Letter from the editor, January 2024

’Write what you know’
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Local author Debby Buck DeJonge of Ada is this issue's featured "voice." To learn more about Debby and her books, read "Writing with Authority" in the People + Places section of the Jan/Feb 2024 edition of Grand Rapids Magazine. Photo by David Sparks.

There’s an old adage, a suggestion for would-be authors that goes like this: write what you know. Because most writers are better at conveying ideas regarding subjects with which they are familiar, the process will produce more authentic results: realistic dialog, feasible plot lines, relatable characters. However, there can be a great deal of risk when it comes to writing from the heart. Baring one’s innermost secrets under an icing-thin “fiction veil” in personal memoir style could cause the type of problems nobody wants to have; legal. It can also makes one vulnerable to personal criticisms that can sting. Despite what’s stated above, a reader should never assume that a book sold as a work of fiction is anything more than face-value entertainment. After all, the familiar disclaimer, “This is a work of fiction. Any similarity to actual persons, living or dead, or actual events, is purely coincidental” was devised for good reason; to allow authors the freedom to express complex ideas about the social order without offending anyone, or in the case of Debby Buck DeJonge and her two novels set in the glammy world of fancy horse competitions: everyone. The author assured Grand Rapids Magazine that a chapter entitled “The Dirty Shame” in her new book set in the fictitious berg of Boutique Town bears no relation to a watering hole of the same name on the Ada outskirts. I’m a little skeptical, but I’ll let you be the judge. Read all about it on page 20.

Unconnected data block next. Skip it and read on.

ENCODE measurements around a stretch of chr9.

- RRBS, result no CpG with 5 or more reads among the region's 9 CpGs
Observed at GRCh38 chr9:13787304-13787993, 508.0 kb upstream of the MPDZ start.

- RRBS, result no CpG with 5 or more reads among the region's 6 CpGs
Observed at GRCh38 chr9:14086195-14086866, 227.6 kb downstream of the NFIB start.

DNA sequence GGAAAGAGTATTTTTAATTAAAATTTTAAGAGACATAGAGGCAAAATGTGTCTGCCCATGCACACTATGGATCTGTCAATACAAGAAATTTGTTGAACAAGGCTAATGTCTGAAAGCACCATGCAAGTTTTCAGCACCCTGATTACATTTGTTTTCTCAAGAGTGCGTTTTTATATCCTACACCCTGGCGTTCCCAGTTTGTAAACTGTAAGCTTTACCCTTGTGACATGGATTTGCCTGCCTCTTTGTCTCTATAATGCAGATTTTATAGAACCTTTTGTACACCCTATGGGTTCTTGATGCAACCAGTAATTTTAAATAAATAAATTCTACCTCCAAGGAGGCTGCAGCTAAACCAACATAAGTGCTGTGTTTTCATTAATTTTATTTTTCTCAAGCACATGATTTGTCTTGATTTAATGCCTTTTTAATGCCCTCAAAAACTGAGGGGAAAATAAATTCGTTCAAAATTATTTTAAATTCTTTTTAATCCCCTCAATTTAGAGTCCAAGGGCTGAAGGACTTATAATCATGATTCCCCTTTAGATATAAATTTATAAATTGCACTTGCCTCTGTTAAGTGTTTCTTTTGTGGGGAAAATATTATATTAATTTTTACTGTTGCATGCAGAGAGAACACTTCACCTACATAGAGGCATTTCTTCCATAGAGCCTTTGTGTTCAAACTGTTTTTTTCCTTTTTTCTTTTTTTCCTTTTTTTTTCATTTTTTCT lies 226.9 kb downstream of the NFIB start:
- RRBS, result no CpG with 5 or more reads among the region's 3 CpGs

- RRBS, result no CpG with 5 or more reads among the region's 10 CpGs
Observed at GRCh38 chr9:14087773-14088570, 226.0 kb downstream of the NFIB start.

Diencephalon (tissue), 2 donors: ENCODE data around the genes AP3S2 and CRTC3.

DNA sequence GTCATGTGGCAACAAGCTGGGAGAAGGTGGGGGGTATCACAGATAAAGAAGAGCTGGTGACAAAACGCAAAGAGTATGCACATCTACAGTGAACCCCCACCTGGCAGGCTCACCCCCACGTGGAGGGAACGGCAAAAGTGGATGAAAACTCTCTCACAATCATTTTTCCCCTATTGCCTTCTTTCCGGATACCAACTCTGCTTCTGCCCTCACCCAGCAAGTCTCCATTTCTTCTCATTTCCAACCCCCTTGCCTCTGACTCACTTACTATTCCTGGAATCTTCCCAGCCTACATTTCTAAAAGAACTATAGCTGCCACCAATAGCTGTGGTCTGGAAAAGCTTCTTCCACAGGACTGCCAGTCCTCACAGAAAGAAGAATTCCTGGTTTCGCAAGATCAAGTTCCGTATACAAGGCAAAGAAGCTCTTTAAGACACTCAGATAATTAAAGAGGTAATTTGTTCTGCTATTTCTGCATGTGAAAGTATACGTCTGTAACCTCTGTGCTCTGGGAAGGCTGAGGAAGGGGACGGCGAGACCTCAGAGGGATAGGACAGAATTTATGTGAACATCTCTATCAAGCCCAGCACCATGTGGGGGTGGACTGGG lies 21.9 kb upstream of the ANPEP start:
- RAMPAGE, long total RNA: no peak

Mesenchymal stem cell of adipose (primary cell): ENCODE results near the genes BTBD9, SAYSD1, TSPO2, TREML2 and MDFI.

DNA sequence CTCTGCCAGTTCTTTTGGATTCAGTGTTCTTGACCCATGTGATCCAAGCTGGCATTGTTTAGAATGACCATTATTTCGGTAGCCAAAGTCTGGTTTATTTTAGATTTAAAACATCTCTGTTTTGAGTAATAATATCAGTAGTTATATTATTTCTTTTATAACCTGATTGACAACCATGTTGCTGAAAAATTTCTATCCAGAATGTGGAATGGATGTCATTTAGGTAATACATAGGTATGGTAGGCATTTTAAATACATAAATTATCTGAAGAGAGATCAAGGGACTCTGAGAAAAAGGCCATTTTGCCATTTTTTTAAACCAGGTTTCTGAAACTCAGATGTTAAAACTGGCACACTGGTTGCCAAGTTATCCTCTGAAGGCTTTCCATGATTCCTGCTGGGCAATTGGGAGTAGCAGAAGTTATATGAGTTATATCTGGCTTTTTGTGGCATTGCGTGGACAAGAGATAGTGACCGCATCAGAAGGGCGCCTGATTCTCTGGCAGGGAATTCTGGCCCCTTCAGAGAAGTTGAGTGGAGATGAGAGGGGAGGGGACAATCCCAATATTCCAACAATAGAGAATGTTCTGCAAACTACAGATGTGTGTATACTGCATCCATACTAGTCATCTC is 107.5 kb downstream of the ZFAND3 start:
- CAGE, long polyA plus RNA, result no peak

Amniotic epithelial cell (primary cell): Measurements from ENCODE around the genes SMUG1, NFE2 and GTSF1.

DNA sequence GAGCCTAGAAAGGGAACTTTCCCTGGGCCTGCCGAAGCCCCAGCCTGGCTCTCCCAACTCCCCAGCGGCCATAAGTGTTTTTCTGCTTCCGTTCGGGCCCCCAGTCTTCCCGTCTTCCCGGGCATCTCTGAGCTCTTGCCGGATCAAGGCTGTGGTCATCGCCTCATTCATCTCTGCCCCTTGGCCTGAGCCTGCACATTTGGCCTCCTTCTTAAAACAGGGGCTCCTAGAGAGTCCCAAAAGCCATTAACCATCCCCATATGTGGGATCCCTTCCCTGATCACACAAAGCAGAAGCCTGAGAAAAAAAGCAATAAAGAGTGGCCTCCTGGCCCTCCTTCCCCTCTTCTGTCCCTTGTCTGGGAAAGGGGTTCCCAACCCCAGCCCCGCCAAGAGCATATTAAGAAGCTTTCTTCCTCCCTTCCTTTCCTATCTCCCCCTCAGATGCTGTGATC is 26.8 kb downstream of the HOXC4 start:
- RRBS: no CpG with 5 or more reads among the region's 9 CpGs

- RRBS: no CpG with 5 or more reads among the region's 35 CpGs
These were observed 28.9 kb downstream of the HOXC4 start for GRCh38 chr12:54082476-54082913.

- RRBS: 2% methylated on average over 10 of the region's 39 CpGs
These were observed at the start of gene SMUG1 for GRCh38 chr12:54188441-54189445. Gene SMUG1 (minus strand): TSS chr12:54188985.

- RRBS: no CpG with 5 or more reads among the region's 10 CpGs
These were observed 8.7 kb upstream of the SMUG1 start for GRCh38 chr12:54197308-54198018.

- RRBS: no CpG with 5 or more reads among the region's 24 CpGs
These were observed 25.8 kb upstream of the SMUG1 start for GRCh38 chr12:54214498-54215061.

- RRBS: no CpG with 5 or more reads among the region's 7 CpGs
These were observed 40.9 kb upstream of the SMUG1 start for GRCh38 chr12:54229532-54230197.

In between the pages of the print edition, available now on area store shelves, you’ll also find conversations with the Griffins new coach (p. 32), a cup-stacking prodigy (p. 16), and Jeff Lobdell, who becomes the chairman of the board of the National Restaurant Association this month (p. 76). Planning a wedding? Pasha Shipp’s got you covered with the lowdown on all the best venues (p. 34). Ever wondered which family businesses have been around the longest? Ann Byle talks to several third, fourth and fifth generation owners (p. 42). There’s plenty more, but the one on page 13 is personal. Please read “Clarion Call.” Dégagé needs our help!

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